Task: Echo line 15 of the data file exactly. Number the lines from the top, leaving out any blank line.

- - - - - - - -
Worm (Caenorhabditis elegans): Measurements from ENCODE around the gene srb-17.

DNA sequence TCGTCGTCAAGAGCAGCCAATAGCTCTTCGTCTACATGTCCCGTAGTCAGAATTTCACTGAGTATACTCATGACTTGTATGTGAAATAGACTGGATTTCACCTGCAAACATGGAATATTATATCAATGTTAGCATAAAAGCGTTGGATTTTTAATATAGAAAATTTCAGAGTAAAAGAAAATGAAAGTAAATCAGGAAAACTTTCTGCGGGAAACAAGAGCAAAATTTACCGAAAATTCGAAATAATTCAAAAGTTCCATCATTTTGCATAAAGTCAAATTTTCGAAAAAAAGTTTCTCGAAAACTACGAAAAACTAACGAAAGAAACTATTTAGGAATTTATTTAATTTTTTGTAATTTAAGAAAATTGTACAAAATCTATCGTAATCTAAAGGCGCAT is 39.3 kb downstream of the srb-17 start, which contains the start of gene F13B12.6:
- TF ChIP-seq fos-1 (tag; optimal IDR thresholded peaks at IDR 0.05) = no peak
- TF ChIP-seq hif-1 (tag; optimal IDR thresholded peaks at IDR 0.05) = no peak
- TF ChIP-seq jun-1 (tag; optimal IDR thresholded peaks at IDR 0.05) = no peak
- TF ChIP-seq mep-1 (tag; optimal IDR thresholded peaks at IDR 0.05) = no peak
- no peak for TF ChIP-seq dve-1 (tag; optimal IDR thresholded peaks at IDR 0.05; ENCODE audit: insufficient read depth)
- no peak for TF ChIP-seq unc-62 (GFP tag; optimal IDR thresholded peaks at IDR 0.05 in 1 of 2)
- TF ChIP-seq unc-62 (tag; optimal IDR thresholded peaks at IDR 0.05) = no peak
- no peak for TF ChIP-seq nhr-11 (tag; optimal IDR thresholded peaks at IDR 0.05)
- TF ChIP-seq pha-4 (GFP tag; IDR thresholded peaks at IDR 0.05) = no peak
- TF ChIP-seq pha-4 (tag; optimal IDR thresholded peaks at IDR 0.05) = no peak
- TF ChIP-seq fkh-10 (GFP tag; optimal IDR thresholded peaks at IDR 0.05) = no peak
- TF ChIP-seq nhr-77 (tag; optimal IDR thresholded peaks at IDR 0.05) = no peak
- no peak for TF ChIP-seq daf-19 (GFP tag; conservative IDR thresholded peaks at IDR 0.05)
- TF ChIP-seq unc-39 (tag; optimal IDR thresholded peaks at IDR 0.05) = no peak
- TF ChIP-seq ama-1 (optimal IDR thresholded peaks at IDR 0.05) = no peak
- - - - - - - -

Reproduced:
- no peak for TF ChIP-seq daf-19 (GFP tag; conservative IDR thresholded peaks at IDR 0.05)